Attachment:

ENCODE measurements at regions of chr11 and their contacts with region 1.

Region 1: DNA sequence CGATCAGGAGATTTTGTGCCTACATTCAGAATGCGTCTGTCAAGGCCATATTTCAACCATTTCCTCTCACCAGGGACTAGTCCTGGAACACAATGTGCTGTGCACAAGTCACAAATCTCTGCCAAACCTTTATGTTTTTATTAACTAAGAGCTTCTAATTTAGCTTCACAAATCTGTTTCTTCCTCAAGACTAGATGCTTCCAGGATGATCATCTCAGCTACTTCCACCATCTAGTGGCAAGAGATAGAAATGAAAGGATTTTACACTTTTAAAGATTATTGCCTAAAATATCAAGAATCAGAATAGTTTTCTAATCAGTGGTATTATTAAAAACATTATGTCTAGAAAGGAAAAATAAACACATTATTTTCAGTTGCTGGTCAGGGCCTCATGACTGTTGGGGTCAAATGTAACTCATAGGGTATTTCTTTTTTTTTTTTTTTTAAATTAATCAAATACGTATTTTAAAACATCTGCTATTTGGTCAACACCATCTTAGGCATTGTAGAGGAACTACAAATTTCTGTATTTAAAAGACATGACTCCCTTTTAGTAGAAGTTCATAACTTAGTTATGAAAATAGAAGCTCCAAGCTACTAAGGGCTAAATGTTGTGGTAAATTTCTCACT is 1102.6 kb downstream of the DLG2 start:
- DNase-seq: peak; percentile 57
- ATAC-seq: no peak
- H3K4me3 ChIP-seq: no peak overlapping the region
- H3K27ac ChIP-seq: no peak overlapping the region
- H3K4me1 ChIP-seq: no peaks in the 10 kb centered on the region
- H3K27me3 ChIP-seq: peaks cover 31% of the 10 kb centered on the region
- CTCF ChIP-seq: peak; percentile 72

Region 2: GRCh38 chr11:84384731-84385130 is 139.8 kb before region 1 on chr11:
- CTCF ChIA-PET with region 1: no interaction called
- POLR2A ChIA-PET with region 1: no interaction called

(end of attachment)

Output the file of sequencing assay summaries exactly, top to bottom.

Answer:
ENCODE measurements at regions of chr11 and their contacts with region 1.

Region 1: DNA sequence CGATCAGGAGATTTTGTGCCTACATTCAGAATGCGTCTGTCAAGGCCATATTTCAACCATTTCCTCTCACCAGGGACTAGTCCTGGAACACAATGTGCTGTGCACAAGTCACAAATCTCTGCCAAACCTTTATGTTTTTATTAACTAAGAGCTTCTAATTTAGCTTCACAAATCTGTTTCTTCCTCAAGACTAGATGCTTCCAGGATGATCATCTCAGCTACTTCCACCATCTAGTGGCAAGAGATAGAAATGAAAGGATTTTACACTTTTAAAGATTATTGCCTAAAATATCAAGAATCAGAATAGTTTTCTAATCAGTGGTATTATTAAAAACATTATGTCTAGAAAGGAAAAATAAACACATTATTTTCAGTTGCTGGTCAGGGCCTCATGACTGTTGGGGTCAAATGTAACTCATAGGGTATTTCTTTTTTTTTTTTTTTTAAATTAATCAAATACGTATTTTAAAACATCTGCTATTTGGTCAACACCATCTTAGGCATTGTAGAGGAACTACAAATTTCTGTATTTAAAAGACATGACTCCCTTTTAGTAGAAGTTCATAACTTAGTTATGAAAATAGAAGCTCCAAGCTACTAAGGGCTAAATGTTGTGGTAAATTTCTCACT is 1102.6 kb downstream of the DLG2 start:
- DNase-seq: peak; percentile 57
- ATAC-seq: no peak
- H3K4me3 ChIP-seq: no peak overlapping the region
- H3K27ac ChIP-seq: no peak overlapping the region
- H3K4me1 ChIP-seq: no peaks in the 10 kb centered on the region
- H3K27me3 ChIP-seq: peaks cover 31% of the 10 kb centered on the region
- CTCF ChIP-seq: peak; percentile 72

Region 2: GRCh38 chr11:84384731-84385130 is 139.8 kb before region 1 on chr11:
- CTCF ChIA-PET with region 1: no interaction called
- POLR2A ChIA-PET with region 1: no interaction called